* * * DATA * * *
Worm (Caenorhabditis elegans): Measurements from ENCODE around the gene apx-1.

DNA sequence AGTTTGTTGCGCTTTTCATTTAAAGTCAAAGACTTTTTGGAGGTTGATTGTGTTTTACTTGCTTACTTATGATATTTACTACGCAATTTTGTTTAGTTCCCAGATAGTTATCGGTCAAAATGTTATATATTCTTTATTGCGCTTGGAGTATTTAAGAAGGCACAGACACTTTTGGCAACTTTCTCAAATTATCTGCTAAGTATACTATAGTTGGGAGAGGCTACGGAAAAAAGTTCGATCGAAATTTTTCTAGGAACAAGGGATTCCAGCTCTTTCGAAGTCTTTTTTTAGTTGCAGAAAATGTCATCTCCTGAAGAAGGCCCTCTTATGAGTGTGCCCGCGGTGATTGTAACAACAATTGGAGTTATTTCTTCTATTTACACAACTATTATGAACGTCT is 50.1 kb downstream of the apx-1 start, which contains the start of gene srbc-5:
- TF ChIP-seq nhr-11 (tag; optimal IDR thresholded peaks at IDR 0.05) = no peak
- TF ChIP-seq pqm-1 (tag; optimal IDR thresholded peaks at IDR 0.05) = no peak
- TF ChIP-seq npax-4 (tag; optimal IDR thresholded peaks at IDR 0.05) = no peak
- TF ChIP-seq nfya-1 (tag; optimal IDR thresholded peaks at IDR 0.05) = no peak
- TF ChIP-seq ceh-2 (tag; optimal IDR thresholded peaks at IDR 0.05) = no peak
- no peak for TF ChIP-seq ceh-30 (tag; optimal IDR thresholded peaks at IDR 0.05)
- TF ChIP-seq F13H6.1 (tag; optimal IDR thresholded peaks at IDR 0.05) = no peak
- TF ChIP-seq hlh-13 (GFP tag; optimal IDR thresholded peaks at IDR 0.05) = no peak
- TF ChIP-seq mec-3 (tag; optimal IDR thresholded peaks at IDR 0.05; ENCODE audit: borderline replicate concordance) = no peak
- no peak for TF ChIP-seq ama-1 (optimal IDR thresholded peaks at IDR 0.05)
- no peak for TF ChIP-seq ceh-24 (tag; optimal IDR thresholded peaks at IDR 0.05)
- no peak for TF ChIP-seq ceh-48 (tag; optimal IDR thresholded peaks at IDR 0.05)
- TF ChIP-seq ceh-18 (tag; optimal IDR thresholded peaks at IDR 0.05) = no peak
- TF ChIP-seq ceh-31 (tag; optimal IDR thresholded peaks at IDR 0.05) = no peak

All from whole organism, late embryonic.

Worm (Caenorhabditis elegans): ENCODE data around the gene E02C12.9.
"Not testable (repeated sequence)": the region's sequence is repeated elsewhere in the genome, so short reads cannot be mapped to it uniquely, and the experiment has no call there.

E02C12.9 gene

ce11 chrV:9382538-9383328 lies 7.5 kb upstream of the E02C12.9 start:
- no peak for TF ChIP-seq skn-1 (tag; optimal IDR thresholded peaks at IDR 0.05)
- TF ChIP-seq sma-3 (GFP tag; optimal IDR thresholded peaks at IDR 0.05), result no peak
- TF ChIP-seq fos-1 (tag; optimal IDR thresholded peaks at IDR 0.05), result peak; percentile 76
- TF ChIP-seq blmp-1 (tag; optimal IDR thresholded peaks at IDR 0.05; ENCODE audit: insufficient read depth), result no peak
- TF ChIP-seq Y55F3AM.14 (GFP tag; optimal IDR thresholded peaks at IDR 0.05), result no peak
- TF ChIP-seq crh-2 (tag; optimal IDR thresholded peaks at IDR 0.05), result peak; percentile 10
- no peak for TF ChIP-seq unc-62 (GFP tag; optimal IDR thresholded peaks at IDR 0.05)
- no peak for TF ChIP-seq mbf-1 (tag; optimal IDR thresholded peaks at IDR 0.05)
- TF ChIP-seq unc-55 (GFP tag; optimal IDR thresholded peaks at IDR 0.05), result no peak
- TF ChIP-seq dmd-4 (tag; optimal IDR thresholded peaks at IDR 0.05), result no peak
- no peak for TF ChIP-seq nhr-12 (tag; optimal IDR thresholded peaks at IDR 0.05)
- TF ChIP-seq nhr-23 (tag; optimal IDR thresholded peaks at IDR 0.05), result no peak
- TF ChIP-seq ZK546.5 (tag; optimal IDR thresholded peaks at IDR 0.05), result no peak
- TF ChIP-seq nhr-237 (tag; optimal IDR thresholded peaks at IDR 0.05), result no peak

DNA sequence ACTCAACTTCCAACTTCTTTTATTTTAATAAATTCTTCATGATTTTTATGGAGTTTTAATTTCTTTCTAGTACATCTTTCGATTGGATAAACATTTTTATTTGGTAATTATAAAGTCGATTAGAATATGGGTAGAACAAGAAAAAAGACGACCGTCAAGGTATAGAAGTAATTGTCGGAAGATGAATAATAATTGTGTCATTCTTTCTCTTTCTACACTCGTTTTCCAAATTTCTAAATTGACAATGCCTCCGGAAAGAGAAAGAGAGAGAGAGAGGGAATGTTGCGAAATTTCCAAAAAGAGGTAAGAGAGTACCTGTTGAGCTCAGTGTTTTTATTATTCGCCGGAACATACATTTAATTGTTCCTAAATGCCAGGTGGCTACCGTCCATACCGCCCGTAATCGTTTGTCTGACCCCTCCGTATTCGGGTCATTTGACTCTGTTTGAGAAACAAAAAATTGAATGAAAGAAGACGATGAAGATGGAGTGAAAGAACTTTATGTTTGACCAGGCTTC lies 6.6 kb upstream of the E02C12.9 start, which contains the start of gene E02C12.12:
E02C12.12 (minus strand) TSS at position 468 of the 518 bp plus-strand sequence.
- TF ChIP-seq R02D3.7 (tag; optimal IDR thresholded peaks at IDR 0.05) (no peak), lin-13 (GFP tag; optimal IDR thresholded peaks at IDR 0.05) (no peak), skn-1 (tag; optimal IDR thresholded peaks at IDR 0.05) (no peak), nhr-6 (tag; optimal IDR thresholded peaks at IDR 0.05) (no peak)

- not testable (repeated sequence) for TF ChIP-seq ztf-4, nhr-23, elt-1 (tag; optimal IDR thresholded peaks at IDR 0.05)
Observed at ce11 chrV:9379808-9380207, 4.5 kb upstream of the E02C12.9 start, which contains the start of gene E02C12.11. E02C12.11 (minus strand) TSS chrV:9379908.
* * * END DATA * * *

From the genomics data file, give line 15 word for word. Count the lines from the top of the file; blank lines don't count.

- TF ChIP-seq ceh-18 (tag; optimal IDR thresholded peaks at IDR 0.05) = no peak